All she wanted was a haircut.
But when Faith McGregor walked into a Terminal Barber Shop during Bay and Dundas streets, she was repelled to hear from a owners that no coiffeur during a emporium would cut a woman’s hair given it goes opposite their eremite beliefs.
McGregor has given filed a censure about a Jun occurrence with a Ontario Human Rights Commission (OHRC).
The emporium wasn’t bustling that day, she says, and dual barbers were station during a behind of a store. “I asked, ‘Do we do a businessman’s cut?’ It’s a elementary haircut. They pronounced they do.”
After describing a cut, owners Omar Mahrouk stopped her. “He usually looked during me and said, ‘I can’t do that. We don’t cut women’s hair here.’”
McGregor says she was shocked. “I usually wanted a accurate same cut as they would give a man. Nothing different.” The 34-year-old dyke says she always gets her hair cut during a coiffeur shop, not a salon.
Mahrouk told her “it’s opposite his religion” to cut a woman’s hair, she says. Mahrouk and dual other barbers refused, all observant they rehearse Islam, that forbids them to reason bizarre women, she says.
For his part, Mahrouk admits that he denied McGregor service. “I can cut my wife’s hair, yet not a bizarre lady. For me this is not discrimination. we explained that we have zero opposite woman. This is my religion. She did not accept it.”
The Ontario Human Rights Code states that business owners can’t repudiate use formed on sex.
“The law is a law, yet this is my religion. But we am not cultured opposite anyone,” Mahrouk insists. “It is opposite my religion.”
On a surface, a Human Rights Code says Terminal Barber Shop appears to have discriminated opposite McGregor formed on her sex.
But it’s not that simple, says Pascale Demers, communications officer for a OHRC. This is a box of competing rights: a particular right of a chairman not to be discriminated opposite formed on their sex or gender and a right of a chairman to reason eremite beliefs.
“Generally speaking, services that are offering to a open should be done accessible to everybody though discrimination, formed on sex, passionate orientation, race, religion, disability,” Demers says. “Each side will move brazen a counterclaim that their rights trump a other.”
She says it’s a box that presents new turf for a OHRC. “We have been incompetent to find any cases like this. It’s unique. It will be looked during in an particular context, any with a possess singular set of evidence. The judiciary will make a preference formed on a set of contribution presented to them.”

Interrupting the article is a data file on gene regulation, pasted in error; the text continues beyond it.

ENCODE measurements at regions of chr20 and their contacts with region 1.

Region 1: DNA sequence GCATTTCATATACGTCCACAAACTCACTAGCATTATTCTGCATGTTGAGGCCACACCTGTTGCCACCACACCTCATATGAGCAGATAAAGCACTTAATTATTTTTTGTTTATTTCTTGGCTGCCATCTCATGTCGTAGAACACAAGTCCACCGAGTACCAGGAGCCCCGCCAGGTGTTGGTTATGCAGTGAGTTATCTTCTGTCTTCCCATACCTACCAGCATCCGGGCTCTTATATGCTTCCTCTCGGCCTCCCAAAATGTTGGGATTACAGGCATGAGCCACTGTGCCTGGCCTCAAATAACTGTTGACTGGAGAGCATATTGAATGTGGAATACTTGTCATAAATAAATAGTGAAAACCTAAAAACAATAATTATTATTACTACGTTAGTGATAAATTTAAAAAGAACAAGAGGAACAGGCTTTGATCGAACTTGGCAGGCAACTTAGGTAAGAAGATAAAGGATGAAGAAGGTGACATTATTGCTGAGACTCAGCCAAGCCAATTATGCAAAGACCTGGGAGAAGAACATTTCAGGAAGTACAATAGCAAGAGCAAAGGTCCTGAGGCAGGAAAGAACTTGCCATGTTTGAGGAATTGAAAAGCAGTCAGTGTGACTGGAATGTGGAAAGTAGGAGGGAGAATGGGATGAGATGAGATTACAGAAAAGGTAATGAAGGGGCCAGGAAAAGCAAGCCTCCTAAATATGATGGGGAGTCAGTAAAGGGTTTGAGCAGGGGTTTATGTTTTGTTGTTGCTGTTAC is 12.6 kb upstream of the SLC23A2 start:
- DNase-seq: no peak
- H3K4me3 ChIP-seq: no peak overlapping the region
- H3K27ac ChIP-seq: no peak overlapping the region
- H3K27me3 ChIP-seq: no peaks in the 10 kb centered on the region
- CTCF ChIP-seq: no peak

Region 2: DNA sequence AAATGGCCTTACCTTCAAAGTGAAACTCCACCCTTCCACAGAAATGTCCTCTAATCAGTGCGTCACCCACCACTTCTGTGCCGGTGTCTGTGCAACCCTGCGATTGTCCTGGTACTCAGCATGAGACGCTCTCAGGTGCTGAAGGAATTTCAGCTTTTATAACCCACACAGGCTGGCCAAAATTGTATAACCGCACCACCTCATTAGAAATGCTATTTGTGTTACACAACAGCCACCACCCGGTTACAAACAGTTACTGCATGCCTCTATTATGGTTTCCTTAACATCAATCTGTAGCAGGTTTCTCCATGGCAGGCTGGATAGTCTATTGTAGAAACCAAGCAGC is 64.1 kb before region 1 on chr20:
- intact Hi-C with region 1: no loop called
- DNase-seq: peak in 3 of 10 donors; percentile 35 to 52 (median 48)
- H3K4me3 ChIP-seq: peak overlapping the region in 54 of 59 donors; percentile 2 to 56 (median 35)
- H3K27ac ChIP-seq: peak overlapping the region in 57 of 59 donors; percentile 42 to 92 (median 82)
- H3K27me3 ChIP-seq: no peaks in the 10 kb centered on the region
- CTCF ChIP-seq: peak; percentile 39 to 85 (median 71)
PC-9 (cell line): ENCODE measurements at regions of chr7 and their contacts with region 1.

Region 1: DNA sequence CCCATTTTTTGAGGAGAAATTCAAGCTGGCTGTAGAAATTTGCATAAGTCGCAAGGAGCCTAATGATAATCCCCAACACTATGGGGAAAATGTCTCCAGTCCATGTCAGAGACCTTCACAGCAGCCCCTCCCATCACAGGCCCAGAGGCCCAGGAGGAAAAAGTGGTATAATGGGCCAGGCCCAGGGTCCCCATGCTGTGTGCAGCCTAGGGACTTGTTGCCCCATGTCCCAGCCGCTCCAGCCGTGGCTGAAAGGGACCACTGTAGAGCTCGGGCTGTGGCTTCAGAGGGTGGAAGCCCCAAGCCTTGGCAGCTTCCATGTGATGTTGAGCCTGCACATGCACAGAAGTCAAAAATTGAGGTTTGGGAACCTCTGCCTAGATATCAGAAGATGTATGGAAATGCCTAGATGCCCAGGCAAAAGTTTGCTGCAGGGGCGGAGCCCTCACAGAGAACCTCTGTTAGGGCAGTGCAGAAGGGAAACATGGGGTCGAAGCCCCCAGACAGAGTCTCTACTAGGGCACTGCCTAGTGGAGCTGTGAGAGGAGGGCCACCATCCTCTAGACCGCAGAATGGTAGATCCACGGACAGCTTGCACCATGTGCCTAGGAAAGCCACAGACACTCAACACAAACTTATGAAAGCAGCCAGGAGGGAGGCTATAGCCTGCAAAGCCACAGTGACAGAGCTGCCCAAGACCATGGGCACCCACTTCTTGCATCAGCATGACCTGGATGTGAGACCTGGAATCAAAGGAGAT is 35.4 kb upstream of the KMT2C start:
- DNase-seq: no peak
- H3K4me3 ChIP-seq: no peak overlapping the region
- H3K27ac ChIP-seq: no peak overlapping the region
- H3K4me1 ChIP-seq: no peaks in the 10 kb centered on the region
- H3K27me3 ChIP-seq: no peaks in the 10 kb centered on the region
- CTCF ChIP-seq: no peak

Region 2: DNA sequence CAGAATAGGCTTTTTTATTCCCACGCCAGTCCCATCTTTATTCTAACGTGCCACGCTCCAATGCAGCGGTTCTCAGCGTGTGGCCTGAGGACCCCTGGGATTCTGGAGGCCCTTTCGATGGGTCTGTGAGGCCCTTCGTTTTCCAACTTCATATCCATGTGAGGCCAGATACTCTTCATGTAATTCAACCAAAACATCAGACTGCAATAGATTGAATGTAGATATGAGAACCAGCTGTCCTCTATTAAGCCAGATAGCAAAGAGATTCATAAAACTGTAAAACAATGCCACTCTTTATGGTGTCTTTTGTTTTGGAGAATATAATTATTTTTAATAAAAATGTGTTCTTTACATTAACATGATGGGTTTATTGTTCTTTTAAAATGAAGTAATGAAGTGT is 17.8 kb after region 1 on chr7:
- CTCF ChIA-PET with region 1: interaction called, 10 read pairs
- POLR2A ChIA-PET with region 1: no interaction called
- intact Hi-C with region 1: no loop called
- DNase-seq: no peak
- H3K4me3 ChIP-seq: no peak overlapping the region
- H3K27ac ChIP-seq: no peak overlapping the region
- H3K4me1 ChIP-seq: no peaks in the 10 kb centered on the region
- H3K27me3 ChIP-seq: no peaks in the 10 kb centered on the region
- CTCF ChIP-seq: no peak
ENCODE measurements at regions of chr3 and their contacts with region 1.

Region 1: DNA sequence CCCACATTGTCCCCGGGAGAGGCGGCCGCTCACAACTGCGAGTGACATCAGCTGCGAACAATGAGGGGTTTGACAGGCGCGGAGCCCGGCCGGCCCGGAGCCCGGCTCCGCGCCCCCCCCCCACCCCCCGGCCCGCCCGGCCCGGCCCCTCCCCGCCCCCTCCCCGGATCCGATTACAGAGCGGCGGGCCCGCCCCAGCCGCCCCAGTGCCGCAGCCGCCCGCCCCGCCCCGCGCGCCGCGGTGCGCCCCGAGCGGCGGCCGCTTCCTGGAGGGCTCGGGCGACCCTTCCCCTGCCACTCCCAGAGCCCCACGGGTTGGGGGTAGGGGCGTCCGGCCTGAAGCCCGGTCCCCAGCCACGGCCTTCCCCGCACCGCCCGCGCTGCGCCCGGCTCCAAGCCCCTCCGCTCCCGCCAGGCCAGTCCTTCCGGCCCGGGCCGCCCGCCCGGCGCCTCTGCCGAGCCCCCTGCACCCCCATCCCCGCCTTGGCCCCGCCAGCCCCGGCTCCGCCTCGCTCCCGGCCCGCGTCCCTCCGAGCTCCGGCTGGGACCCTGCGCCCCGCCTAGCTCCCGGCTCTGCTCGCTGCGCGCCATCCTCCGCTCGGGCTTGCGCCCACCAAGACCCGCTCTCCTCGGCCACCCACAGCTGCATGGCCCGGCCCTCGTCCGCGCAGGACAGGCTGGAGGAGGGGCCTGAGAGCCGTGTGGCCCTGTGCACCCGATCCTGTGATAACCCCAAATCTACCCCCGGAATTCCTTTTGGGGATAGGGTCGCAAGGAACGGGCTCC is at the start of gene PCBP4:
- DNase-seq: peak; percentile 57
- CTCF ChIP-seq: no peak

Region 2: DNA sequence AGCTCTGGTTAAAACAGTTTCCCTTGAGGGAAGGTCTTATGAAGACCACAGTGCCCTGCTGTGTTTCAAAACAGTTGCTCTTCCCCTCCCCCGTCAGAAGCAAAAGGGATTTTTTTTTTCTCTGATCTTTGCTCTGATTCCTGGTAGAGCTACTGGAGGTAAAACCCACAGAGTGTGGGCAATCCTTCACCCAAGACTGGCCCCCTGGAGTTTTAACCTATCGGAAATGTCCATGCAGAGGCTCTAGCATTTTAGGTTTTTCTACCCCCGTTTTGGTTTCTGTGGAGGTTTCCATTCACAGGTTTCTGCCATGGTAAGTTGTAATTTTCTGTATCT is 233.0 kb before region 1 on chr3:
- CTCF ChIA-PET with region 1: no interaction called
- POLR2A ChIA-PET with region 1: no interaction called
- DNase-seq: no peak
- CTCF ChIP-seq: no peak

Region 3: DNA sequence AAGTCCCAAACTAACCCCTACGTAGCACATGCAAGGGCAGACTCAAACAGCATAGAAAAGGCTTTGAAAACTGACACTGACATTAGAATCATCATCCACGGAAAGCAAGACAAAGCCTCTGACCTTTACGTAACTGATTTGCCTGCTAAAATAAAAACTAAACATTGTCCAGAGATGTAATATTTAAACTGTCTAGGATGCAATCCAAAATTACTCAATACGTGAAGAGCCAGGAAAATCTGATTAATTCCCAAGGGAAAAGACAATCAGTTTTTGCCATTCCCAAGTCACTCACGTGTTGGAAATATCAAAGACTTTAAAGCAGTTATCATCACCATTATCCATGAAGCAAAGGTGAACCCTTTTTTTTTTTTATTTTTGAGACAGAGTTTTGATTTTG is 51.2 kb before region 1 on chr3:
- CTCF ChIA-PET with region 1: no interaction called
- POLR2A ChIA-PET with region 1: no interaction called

No rights are absolute, Demers says, and there is no hierarchy of rights.
“We demeanour during cases individually,” she says. “We have to demeanour during ways both sides can be accommodated. But, absolutely, there will be instances where one side will be dissatisfied, yet they are claiming a right.”
If a OHRC finds that a coiffeur emporium disregarded McGregor’s rights, it could sequence a financial allotment or sequence a emporium to exercise a set of “public remedies,” such as grouping a emporium to offer services “in a approach that is deliberate non-discriminatory.” That might engage employing additional staff, for example, she says.
“It’s not a punitive routine per se; it’s about bringing a chairman behind to a place that is not discriminatory.”
If Mahrouk fails to comply, she says, a emporium “could keep confronting censure after complaint, and it could eventually get costly.”
Mahrouk says that if he is forced to offer women he will have to change his occupation.
His lawyer, David Kolinsky, says denying use on eremite drift is valid. Still, even though a sacrament factor, coiffeur shops have traditionally been group only.
“I know she wants a same form of haircut that would be supposing to a masculine patrons, yet it’s some-more difficult than that,” he says. “She wants a coiffeur emporium to be compelled to yield use to all women. That goes good above a ability set and training of these barbers.”
But McGregor says that’s not true. “I am not seeking that a emporium start servicing all women, regardless of a form of cut requested.”
If a lady asks for a use they already provide, they should not be incited away, she says.
“It seems they are fluctuating a range of my complaint,” she says. “My specific ask was for usually a accurate same cut they would yield to a masculine . . . We are no opposite from a neck up.”
“I would not design a emporium to start slicing a hair of my womanlike friends with prolonged hair, colours or perms.”
Sean Gibson, of a Ontario Barber Association (OBA), wrote a minute in counterclaim of Mahrouk explaining since a eminence between “barber” and “hairstylist” justifies Mahrouk’s taste opposite women.
Gibson says barbers should have a liberty to confirm given coiffeur shops have traditionally been male-only spaces.
“In certain countries, group usually use other group for eremite reasons. It’s not that they don’t wish to use women, yet given of their eremite beliefs they can usually cut a hair of other men,” he explains. “While that might seem archaic, it’s understood. The story goes behind to men-only bathhouses in ancient Greece. That’s where coiffeur shops started. They were usually places for men.”
Still, Gibson says Mahrouk did not intend to distinguish in a antagonistic or unpleasant way, yet “perception is everything.”
“He was incompetent to use her given of his eremite beliefs. So it’s a contention of what’s some-more important: obliterating his eremite beliefs or portion this immature lady? Denying his rights or denying her rights.”
“She can still get service, maybe not from this specific place, yet I’m certain one of the [OBA] members would be blissful to cut her hair,” he adds.